Wednesday, July 9, 2008


I had the most wonderful 4th of July weekend. It was relaxing and invigorating and just plain fun. And I'll post all about it as soon as I load my pictures on my computer. It was so wonderful that it seems wrong (for lack of a better word) that I'm leaving for Hawaii. Two vacations in a row seem excessive. Not that I'm complaining. Bring on the excess.

I debated posting about this, but after a great conversation with my friend Kerri last night, I realized many people feel this way and it wouldn't hurt to write about it.

My weekend in Tahoe got me thinking about insecurities. There's no better time to bring out your insecurities than when you're around your family. I love my family. We get along well and I consider them all my friends. I couldn't ask for a better family. But they're probably the people I also find most intimidating. (I'm not intimidated easily, so that's actually not saying much.)

I don't know if it has to do with being the youngest or if it's just my personality, but I have gotten my fair share of teasing from my family while growing up. I'm a very happy person, I like to talk (probably too much), and things often come out of my mouth that make sense in my head but don't always come out right. Put all these things together and I'm an easy target for teasing. But I am also very sensitive and emotional. I try not to be, but I always have been. My family already knows that, too.

The interesting thing is that I am incredibly confident in all other aspects of my life, but when I get around my family I am on guard. I don't mean to make myself sound like I had a wounded childhood or that I have serious baggage. That's not the case whatsoever. It's much more subtle than that. We all tease each other a lot, and it's normally just fine (I'm guilty of plenty of teasing), but occasionally a comment really gets to me.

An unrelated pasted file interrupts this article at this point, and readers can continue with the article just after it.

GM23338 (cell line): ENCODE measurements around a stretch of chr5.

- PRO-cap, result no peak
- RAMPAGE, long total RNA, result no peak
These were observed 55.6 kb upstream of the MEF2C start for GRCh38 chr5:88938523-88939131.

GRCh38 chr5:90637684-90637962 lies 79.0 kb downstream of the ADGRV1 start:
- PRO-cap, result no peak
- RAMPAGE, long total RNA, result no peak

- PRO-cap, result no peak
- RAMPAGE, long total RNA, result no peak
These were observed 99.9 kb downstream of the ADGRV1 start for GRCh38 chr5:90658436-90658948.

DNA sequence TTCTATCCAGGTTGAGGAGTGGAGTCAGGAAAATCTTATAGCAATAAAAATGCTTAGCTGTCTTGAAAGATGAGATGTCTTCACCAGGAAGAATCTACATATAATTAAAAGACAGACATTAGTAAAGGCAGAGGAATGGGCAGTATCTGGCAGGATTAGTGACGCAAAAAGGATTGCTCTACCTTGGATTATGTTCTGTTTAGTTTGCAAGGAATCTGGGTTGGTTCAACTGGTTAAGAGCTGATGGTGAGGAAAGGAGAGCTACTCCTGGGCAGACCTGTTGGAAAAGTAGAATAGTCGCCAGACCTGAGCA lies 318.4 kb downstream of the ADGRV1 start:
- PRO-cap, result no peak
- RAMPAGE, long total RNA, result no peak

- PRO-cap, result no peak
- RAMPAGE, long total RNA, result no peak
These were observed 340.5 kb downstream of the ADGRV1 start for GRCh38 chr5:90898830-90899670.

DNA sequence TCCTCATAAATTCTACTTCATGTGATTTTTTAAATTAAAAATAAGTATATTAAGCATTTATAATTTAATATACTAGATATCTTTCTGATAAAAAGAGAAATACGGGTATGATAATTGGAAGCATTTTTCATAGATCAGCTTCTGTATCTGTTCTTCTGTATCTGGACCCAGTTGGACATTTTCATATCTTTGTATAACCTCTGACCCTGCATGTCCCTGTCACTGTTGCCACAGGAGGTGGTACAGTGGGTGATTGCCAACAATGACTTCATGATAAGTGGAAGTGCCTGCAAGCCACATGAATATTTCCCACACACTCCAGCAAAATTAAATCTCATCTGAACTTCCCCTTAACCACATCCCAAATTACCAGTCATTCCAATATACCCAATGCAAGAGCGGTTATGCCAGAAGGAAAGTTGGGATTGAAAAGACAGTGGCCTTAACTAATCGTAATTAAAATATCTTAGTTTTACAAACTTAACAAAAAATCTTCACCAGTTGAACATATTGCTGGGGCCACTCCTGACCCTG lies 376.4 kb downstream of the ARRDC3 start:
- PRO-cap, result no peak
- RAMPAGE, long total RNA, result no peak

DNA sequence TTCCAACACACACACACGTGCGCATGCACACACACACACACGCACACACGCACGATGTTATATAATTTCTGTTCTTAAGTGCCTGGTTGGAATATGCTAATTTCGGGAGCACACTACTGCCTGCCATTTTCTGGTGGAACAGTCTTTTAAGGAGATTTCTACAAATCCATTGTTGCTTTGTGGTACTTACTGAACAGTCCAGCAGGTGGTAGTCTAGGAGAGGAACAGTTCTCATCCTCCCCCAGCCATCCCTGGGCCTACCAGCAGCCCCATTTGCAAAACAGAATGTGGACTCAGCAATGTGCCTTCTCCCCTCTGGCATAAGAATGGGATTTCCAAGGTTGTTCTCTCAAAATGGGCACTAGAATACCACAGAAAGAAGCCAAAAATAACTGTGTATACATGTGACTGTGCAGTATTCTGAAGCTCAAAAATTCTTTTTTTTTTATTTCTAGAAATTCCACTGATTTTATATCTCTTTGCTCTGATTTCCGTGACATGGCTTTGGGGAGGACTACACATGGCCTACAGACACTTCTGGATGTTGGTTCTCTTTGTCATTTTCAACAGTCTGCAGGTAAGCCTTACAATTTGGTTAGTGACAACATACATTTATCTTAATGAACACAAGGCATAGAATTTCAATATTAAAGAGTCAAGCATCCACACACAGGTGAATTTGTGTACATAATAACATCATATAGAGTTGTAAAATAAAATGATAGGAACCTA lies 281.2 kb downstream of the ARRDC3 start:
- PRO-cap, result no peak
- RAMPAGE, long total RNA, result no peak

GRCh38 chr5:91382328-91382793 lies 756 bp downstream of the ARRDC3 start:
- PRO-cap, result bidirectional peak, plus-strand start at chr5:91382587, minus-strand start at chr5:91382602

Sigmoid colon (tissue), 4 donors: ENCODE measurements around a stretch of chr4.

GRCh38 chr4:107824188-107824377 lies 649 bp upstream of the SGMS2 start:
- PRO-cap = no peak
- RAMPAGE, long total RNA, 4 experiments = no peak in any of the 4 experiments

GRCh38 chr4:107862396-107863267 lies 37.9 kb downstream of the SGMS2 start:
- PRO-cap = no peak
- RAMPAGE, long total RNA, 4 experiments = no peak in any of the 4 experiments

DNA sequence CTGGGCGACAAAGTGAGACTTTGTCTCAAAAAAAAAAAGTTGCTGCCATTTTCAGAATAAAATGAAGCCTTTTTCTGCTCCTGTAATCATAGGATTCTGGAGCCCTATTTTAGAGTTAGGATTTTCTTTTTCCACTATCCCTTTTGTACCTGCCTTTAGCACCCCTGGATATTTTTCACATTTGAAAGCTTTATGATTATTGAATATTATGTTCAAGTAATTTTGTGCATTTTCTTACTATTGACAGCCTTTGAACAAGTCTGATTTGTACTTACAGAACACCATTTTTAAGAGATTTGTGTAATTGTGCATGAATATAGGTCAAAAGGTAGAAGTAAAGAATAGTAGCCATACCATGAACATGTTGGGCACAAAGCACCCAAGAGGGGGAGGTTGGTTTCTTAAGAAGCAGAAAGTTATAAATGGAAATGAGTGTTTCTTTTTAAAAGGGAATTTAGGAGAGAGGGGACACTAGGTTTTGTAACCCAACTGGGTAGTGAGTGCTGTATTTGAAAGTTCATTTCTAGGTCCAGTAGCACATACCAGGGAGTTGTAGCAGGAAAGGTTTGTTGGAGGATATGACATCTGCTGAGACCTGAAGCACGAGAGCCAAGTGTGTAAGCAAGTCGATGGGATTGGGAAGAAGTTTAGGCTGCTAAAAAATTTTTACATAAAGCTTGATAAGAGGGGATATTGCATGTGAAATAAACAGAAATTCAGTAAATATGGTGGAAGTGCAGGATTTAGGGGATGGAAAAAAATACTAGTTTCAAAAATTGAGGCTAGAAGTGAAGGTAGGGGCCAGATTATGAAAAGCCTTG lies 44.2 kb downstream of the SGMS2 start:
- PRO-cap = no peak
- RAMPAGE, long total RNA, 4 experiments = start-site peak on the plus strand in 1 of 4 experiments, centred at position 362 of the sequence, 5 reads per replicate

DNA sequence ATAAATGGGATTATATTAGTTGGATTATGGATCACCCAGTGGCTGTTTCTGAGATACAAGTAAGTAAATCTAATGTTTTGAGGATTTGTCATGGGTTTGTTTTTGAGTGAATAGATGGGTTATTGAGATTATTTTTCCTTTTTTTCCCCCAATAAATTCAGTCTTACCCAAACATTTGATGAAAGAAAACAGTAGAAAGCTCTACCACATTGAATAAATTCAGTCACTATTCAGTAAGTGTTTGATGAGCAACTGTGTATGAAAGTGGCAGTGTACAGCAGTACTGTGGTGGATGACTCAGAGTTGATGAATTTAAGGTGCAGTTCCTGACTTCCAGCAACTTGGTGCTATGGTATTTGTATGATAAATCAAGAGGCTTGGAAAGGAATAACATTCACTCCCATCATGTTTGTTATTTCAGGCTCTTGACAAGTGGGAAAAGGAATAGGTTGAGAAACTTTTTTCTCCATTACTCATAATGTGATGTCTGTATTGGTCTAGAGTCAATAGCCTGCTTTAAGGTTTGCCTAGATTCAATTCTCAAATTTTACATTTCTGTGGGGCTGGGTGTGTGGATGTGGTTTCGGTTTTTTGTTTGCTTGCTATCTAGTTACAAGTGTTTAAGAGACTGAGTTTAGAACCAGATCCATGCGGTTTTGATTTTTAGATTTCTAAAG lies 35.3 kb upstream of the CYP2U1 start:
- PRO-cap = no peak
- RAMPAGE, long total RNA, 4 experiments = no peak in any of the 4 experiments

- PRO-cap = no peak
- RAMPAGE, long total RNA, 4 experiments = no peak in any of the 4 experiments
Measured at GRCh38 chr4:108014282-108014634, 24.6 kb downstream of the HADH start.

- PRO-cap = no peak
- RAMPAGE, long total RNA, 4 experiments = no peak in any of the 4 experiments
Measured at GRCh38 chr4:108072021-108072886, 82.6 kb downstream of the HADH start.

I tried to convince myself multiple times this weekend that those same comments would bounce off my other family members with no problem and that I shouldn't let them bother me. But then it got me thinking--is everyone affected the same way? Do we all just pretend that the teasing has no effect? Does everyone feel the very real sting of sarcastic comments? Or just overly sensitive people like me?

And are we so engrained in the childhood "roles" of our families that we just are automatically perceived (and treated) a certain way?

Like I said, my family is awesome. And I had a very fun weekend. And I am a very very confident person. I love my life, I'm happy with the decisions I have made. But I've just found it so interesting how easily simple feelings from back in your not-so-confident days can show up out of nowhere and completely throw you for a loop.

Does any of that make sense?


Chris said...

Good question, Molly. I hope you get lots of comments so I can read them. Considering that I'm more than twice your age, and don't even claim to be "secure", I'm thinking that we are all probably "overly sensitive people" and sarcastic comments do sting. As for intimidation? I can be intimidated by just about anyone.

whitney said...

very thought provoking post, molly... i think even the most confident of people feel insecure occasionally. it's almost impossible not to second guess yourself when you receive a sarcastic/rude/teasing comment. if only we could all see into each others' heads, we probably would find that people we thought were very secure are less secure than they appear to be.

Amy Carter said...

It wasn't me, was it? I'm trying to be nicer to my siblings. I do admit we're more critical of each other than probably anyone else we know. And you are a good target... :)

Molly said...

No, it wasn't really anyone in particular. I tried to tone down the post, but it still sounds like people were saying malicious and mean things, which wasn't the case at all. :) And we're all good targets at one point or another, right?